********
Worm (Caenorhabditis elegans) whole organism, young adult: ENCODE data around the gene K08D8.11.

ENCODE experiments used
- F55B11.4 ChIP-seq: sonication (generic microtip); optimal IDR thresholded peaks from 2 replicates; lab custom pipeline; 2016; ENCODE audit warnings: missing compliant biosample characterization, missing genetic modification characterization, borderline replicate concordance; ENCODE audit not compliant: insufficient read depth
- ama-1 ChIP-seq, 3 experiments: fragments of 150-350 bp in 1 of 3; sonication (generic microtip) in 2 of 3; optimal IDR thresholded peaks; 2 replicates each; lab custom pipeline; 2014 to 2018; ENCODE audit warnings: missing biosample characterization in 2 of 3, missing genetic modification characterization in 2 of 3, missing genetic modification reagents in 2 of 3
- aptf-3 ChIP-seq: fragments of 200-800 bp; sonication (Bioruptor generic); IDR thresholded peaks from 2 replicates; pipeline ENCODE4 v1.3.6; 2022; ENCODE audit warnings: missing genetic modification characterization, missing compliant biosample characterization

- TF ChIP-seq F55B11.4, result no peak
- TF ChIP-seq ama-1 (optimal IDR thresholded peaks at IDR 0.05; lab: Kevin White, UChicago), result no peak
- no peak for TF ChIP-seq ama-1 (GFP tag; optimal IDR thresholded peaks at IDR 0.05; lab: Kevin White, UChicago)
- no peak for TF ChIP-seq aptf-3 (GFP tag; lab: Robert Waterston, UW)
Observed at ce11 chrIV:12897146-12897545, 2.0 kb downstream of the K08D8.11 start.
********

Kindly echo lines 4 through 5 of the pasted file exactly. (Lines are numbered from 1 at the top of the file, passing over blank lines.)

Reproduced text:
- ama-1 ChIP-seq, 3 experiments: fragments of 150-350 bp in 1 of 3; sonication (generic microtip) in 2 of 3; optimal IDR thresholded peaks; 2 replicates each; lab custom pipeline; 2014 to 2018; ENCODE audit warnings: missing biosample characterization in 2 of 3, missing genetic modification characterization in 2 of 3, missing genetic modification reagents in 2 of 3
- aptf-3 ChIP-seq: fragments of 200-800 bp; sonication (Bioruptor generic); IDR thresholded peaks from 2 replicates; pipeline ENCODE4 v1.3.6; 2022; ENCODE audit warnings: missing genetic modification characterization, missing compliant biosample characterization